Significance Statement

    In high-resolution computer simulations of supercell storms that include a more realistic, turbulent environment, the means by which tornado-like vortices form differs from the mechanism identified in prior simulations using a less realistic, laminar environment. One possibility is that prior simulations develop intense vortices for the wrong reasons. Another possibility could be that tornadoes form in a wide range of ways in the real atmosphere, even within supercell storms that appear to be similar, and increasingly realistic computer simulations are finally now capturing that diversity.

     
    more » « less
  4. Abstract

    This study aims to objectively identify storm-scale characteristics associated with tornado-like vortex (TLV) formation in an ensemble of high-resolution supercell simulations. An ensemble of 51 supercells is created using Cloud Model version 1 (CM1). The first member is initialized using a base state populated by the Rapid Update Cycle (RUC) proximity sounding near El Reno, Oklahoma, on 24 May 2011. The other 50 ensemble members are created by randomly perturbing the base state after a supercell has formed. There is considerable spread between ensemble members, with some supercells producing strong, long-lived TLVs, while others do not produce a TLV at all. The ensemble is analyzed using the ensemble sensitivity analysis (ESA) technique, uncovering storm-scale characteristics that are dynamically relevant to TLV formation. In the rear flank, divergence at the surface southeast of the TLV helps converge and contract existing vertical vorticity, but there is no meaningful sensitivity to rear-flank outflow temperature. In the forward flank, warm temperatures within the cold pool are important to TLV production and magnitude. The longitudinal positioning of strong streamwise vorticity is also a clear indicator of TLV formation and strength, especially within 5 min of when the TLV is measured.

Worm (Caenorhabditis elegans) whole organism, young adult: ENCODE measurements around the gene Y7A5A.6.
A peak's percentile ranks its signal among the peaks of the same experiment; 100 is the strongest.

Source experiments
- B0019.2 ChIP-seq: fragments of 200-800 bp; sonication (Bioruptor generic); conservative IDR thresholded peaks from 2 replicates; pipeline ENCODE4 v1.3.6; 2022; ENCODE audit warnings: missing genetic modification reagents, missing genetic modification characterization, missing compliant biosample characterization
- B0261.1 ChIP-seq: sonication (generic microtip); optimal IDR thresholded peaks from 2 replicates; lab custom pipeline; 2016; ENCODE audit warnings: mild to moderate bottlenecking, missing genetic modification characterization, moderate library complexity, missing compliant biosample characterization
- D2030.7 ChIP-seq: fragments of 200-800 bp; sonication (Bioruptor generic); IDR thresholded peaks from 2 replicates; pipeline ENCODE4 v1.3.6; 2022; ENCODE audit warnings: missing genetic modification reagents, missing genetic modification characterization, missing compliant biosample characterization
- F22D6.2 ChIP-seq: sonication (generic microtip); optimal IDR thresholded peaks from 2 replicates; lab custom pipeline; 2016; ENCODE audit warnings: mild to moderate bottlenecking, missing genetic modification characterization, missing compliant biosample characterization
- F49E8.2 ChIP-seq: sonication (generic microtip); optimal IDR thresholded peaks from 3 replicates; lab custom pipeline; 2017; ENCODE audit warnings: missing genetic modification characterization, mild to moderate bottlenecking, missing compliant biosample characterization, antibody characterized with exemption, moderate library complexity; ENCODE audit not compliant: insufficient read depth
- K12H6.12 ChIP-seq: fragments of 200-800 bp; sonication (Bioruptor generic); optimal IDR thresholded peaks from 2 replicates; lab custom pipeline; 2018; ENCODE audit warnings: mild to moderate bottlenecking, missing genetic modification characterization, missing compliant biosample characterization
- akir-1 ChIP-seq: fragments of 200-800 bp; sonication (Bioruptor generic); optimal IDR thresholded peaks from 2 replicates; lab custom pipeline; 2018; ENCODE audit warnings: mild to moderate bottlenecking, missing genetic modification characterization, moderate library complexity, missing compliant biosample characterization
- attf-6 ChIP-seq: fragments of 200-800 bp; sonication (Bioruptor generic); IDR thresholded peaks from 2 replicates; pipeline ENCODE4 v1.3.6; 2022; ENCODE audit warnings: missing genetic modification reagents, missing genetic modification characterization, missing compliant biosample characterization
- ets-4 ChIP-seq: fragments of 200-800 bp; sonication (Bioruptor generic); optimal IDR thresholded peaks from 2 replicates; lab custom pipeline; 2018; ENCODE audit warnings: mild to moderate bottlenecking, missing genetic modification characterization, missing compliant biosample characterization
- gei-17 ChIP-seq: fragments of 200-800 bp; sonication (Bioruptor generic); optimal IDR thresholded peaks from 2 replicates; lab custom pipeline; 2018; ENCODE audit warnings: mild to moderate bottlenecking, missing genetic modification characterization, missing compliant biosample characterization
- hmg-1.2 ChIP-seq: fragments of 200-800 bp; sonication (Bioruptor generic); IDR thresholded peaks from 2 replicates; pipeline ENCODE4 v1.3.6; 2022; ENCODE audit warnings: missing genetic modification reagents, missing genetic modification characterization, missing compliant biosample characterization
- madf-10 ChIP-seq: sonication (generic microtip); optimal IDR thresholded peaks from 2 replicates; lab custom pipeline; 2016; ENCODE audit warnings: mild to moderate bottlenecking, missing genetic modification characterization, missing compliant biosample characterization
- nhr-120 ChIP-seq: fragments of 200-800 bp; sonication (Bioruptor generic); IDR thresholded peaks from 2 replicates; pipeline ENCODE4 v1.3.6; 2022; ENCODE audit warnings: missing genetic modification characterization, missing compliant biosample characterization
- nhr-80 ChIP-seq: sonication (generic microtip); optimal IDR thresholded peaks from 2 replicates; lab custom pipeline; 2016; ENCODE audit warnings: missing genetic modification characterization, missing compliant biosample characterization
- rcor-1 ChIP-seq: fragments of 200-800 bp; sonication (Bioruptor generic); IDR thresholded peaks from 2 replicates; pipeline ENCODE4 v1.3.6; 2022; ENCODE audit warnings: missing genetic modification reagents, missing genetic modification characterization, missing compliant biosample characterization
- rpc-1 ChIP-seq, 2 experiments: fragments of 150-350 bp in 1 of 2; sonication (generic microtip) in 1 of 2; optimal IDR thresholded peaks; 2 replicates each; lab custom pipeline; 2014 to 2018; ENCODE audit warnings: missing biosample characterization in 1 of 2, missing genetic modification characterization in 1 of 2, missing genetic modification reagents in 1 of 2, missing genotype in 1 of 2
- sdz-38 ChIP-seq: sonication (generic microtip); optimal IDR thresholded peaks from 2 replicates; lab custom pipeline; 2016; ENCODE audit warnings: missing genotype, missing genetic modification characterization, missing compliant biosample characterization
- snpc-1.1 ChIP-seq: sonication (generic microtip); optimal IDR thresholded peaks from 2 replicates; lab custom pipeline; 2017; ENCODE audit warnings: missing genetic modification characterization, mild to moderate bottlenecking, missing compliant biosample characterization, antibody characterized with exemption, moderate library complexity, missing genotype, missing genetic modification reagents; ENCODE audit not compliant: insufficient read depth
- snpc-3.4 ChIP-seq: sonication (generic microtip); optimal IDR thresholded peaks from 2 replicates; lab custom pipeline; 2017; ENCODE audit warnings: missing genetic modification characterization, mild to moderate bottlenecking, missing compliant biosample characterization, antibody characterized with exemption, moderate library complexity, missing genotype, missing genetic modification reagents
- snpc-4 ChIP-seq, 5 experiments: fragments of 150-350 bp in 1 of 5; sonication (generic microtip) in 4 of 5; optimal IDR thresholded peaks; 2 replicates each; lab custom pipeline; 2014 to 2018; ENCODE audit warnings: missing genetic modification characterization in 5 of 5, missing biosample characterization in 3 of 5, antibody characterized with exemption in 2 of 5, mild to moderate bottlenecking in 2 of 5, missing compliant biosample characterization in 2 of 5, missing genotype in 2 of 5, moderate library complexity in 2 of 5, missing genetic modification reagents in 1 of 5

Significance Statement

    Tornadoes that form in supercell thunderstorms (long-lived storms with a rotating updraft) are heavily influenced by the features created by the storm itself, such as the temperature of a downdraft. In this study, many different iterations of a strong supercell thunderstorm are simulated, in which tornado-like features are formed at different times with widely different strengths. A statistical method is used to identify what the storms had in common when they produced a tornado-like feature, and what they had in common when one failed to form. This study is important because it highlights which storm features are most influential to tornado formation using an objective method, with results that can be used when observing supercells in the field.

     
    more » « less
  5. Supercell thunderstorms produce a variety of hazards, including tornadoes. A supercell will often exist for some time prior to producing a tornado, while other supercells never become tornadic. In this study, a series of hypotheses is tested regarding the ability of S-band polarimetric radar fields to distinguish pretornadic from nontornadic supercell storms. Several quantified polarimetric radar metrics are examined that are related to storm inflow, updraft, and hailfall characteristics in samples of 19–30 pretornadic and 18–31 nontornadic supercells. The results indicate that pretornadic supercells are characterized by smaller hail extent and echo appendages with larger mean drop size. Additionally, differential reflectivity ZDRcolumn size is larger and less variable in the pretornadic storms in the 25–30 min prior to initial tornadogenesis. Many of the results indicate relatively small polarimetric differences that will likely be difficult to translate to operational use. Hail extent and ZDRcolumn size, however, may exhibit operationally useful differences between pretornadic and nontornadic supercells.

     
    more » « less